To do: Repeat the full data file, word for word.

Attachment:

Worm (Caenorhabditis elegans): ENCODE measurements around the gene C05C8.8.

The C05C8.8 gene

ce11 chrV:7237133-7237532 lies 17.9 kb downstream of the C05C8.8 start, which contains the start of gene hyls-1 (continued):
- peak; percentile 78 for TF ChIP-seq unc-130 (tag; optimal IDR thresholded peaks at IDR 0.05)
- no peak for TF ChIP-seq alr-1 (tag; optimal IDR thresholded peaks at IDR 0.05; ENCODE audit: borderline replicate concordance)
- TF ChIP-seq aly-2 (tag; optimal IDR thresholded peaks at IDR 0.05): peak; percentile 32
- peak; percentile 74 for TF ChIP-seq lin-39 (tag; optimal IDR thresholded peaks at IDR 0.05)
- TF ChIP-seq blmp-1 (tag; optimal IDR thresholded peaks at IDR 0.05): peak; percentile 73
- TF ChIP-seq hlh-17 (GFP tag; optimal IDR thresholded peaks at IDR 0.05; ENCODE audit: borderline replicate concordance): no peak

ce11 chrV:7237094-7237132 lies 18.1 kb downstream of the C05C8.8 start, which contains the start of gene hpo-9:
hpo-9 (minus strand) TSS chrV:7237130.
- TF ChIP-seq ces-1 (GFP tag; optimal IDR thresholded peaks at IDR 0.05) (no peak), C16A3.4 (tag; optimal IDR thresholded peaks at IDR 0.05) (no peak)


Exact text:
Worm (Caenorhabditis elegans): ENCODE measurements around the gene C05C8.8.

The C05C8.8 gene

ce11 chrV:7237133-7237532 lies 17.9 kb downstream of the C05C8.8 start, which contains the start of gene hyls-1 (continued):
- peak; percentile 78 for TF ChIP-seq unc-130 (tag; optimal IDR thresholded peaks at IDR 0.05)
- no peak for TF ChIP-seq alr-1 (tag; optimal IDR thresholded peaks at IDR 0.05; ENCODE audit: borderline replicate concordance)
- TF ChIP-seq aly-2 (tag; optimal IDR thresholded peaks at IDR 0.05): peak; percentile 32
- peak; percentile 74 for TF ChIP-seq lin-39 (tag; optimal IDR thresholded peaks at IDR 0.05)
- TF ChIP-seq blmp-1 (tag; optimal IDR thresholded peaks at IDR 0.05): peak; percentile 73
- TF ChIP-seq hlh-17 (GFP tag; optimal IDR thresholded peaks at IDR 0.05; ENCODE audit: borderline replicate concordance): no peak

ce11 chrV:7237094-7237132 lies 18.1 kb downstream of the C05C8.8 start, which contains the start of gene hpo-9:
hpo-9 (minus strand) TSS chrV:7237130.
- TF ChIP-seq ces-1 (GFP tag; optimal IDR thresholded peaks at IDR 0.05) (no peak), C16A3.4 (tag; optimal IDR thresholded peaks at IDR 0.05) (no peak)